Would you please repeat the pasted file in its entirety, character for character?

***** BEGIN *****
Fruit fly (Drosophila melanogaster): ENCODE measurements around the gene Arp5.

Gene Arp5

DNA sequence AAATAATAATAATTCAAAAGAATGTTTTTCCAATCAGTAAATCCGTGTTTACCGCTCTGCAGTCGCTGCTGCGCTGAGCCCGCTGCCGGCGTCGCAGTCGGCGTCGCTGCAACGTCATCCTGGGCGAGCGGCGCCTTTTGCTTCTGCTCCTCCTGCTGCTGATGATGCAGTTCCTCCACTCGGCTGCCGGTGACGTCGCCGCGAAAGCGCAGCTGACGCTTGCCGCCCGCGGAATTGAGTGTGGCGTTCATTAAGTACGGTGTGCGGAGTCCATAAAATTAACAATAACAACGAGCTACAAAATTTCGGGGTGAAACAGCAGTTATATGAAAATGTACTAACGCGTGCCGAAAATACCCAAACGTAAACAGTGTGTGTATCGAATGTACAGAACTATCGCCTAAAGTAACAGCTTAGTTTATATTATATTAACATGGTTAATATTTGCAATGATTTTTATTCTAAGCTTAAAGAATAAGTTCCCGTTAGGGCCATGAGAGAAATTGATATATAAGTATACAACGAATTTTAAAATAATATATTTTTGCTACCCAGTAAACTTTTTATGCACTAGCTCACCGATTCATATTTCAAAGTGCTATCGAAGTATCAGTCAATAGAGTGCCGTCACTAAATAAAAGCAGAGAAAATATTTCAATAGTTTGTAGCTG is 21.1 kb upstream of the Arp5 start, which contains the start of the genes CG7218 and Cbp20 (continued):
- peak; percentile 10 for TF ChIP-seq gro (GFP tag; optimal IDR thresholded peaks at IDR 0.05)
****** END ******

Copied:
Fruit fly (Drosophila melanogaster): ENCODE measurements around the gene Arp5.

Gene Arp5

DNA sequence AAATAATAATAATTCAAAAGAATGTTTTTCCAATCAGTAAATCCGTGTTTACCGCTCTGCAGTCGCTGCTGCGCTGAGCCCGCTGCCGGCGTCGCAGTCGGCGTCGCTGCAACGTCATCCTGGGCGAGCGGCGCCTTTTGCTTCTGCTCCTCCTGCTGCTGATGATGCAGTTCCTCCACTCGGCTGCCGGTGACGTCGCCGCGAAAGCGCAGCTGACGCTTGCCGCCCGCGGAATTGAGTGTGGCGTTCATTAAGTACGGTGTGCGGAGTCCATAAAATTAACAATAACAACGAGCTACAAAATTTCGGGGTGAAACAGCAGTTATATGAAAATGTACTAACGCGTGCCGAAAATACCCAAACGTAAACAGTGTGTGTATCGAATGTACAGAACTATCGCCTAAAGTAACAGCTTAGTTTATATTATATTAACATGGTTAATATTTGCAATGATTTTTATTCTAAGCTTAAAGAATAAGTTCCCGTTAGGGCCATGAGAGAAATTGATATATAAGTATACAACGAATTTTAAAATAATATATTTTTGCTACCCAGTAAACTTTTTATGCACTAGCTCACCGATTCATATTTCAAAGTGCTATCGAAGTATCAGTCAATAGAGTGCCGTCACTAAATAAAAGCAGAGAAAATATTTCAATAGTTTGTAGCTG is 21.1 kb upstream of the Arp5 start, which contains the start of the genes CG7218 and Cbp20 (continued):
- peak; percentile 10 for TF ChIP-seq gro (GFP tag; optimal IDR thresholded peaks at IDR 0.05)